The D.C. Council has voted 8-5 Wednesday to approve the Large Retailer Accountability Act, which forces big box retailers to pay a minimum wage of $12.50 per hour.
Walmart, which threatened to pull out of three proposed Walmarts in D.C. if the legislation passed, said in a statement immediately after the vote that it won't go forward with Walmarts at Skyland, Capitol Gateway and New York Avenue.
"This was a difficult decision for us - and unfortunate news for most D.C. residents - but the Council has forced our hand," Walmart said in a statement.
The Large Retailer Accountability Act is aimed at retailers like Walmart as a way to get them to pay their employees what they say is a more competitive salary. However, Walmart has long opposed the legislation, saying that it discourages investment in the city.
The councilmembers who voted for the bill are Marion Barry, Anita Bonds, Jack Evans, Jim Graham, David Grasso, Kenyan McDuffie, Phil Mendelson and Vincent Orange.
Those who voting no are Yvette Alexander, Muriel Bowser, David Catania, Mary Cheh and Tommy Wells.
But what do shoppers at Maryland and Virginia Walmarts think of the news?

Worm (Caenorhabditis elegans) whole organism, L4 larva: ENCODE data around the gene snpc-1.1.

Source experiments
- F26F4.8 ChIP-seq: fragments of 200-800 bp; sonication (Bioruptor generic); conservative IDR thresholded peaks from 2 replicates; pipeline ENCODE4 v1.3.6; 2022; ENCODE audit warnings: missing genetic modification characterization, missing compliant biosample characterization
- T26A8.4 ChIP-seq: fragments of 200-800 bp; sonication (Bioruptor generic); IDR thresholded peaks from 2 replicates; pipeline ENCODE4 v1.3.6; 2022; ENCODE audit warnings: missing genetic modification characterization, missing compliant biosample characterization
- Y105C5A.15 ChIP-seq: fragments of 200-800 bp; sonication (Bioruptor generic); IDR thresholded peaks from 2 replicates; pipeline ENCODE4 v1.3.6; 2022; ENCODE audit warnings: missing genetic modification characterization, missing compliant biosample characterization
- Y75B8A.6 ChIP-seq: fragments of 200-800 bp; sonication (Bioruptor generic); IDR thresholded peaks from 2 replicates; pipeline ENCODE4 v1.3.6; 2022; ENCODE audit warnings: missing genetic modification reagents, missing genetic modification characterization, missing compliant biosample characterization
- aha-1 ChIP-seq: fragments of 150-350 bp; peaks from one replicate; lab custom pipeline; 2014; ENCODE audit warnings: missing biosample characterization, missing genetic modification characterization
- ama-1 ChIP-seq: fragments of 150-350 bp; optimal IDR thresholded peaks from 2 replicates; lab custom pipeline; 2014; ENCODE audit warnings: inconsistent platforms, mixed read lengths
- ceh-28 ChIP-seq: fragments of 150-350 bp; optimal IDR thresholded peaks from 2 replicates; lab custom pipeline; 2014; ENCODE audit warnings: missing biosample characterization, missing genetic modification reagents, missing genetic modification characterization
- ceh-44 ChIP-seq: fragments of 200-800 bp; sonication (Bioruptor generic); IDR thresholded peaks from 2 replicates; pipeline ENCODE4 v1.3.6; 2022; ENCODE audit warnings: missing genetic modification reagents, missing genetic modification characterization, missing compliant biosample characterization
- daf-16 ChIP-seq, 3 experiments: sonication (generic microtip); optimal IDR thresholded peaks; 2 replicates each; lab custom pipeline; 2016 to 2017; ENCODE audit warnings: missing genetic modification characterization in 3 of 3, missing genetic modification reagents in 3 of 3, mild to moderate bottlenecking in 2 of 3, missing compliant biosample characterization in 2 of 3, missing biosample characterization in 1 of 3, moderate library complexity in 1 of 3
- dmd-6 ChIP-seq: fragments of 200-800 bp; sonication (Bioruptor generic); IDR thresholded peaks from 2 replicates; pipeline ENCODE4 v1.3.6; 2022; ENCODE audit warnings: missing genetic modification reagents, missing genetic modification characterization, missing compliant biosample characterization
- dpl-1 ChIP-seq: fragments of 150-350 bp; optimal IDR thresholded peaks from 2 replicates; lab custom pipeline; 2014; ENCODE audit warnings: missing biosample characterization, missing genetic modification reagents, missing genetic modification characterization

In the Alexandria part of Fairfax County, many think that the D.C. Council made a mistake by forcing the company to pay workers at least $12.50 an hour at its planned stores. Daryl Cunningham of Alexandria says, "I don't think DC should tell Walmart what wage to charge."
But on the other side of the debate, Christie Hernandez of Alexandria says that a Walmart is definitely needed in D.C., and that the city is missing out on a potentially huge boost to its economy.
"There are all these jobs they could have had, Hernandez says. "Now just because of a pay raise, there's not going to be a job at all."
Chequetta Washington, a District resident also thinks the D.C. Council did the right thing in supporting the bill: "It's costly to live in DC. I feel like they looked out for the residents."